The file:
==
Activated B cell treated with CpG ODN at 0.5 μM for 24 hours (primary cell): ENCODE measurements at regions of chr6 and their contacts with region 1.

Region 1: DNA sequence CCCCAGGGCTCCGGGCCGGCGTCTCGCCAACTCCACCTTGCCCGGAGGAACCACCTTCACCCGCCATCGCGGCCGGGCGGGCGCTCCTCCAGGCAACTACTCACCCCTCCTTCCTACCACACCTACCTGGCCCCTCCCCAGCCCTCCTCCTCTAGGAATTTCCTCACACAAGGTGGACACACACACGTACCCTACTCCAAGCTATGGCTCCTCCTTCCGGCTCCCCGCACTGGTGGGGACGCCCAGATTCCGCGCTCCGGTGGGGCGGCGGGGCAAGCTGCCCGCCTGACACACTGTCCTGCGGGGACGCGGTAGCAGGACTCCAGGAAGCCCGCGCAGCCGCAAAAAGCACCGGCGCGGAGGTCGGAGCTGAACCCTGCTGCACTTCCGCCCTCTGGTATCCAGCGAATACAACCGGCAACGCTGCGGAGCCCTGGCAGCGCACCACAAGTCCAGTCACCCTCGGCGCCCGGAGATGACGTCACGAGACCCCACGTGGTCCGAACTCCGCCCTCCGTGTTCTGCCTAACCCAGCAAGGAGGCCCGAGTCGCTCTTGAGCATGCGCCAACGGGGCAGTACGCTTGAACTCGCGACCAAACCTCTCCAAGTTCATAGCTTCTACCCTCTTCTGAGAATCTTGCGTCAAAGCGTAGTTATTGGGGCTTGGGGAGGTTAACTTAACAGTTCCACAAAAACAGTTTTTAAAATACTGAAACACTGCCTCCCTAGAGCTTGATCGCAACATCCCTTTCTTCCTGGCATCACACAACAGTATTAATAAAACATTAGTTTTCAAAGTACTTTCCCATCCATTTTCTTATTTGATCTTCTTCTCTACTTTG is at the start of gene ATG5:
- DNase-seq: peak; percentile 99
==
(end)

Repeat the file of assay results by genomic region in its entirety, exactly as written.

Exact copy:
Activated B cell treated with CpG ODN at 0.5 μM for 24 hours (primary cell): ENCODE measurements at regions of chr6 and their contacts with region 1.

Region 1: DNA sequence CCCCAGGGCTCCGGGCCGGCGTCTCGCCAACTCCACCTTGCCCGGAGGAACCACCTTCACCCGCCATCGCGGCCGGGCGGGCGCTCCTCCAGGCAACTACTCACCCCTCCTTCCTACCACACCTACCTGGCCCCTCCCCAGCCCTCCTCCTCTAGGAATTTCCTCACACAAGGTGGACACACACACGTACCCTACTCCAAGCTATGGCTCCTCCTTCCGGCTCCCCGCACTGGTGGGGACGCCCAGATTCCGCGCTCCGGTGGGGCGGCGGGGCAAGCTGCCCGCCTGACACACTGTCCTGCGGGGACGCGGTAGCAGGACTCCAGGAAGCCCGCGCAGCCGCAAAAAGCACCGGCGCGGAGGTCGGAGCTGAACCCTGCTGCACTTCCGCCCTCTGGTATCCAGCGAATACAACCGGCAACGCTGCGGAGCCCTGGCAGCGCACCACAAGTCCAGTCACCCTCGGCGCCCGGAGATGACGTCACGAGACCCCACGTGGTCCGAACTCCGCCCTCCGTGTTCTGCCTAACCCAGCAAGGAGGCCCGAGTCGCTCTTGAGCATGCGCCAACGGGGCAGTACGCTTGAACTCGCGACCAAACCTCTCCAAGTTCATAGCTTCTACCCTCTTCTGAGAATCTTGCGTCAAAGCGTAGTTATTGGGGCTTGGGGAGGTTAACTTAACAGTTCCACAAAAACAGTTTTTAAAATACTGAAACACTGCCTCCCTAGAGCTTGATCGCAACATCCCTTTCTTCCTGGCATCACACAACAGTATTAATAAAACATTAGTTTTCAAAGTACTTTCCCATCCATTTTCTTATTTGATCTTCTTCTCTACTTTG is at the start of gene ATG5:
- DNase-seq: peak; percentile 99